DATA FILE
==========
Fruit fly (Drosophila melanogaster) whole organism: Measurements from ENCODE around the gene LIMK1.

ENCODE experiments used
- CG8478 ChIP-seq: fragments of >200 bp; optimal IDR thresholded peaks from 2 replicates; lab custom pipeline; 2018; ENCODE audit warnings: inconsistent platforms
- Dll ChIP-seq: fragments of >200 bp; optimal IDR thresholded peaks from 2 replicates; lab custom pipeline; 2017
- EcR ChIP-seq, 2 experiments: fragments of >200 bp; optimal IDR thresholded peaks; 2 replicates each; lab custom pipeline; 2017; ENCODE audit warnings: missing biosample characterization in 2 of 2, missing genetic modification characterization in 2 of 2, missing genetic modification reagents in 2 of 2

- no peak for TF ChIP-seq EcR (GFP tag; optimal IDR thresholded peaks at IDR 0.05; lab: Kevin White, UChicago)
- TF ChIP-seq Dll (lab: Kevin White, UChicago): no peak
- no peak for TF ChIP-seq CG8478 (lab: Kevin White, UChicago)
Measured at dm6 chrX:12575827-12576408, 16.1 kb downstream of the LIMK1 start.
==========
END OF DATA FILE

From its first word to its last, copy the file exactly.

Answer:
Fruit fly (Drosophila melanogaster) whole organism: Measurements from ENCODE around the gene LIMK1.

ENCODE experiments used
- CG8478 ChIP-seq: fragments of >200 bp; optimal IDR thresholded peaks from 2 replicates; lab custom pipeline; 2018; ENCODE audit warnings: inconsistent platforms
- Dll ChIP-seq: fragments of >200 bp; optimal IDR thresholded peaks from 2 replicates; lab custom pipeline; 2017
- EcR ChIP-seq, 2 experiments: fragments of >200 bp; optimal IDR thresholded peaks; 2 replicates each; lab custom pipeline; 2017; ENCODE audit warnings: missing biosample characterization in 2 of 2, missing genetic modification characterization in 2 of 2, missing genetic modification reagents in 2 of 2

- no peak for TF ChIP-seq EcR (GFP tag; optimal IDR thresholded peaks at IDR 0.05; lab: Kevin White, UChicago)
- TF ChIP-seq Dll (lab: Kevin White, UChicago): no peak
- no peak for TF ChIP-seq CG8478 (lab: Kevin White, UChicago)
Measured at dm6 chrX:12575827-12576408, 16.1 kb downstream of the LIMK1 start.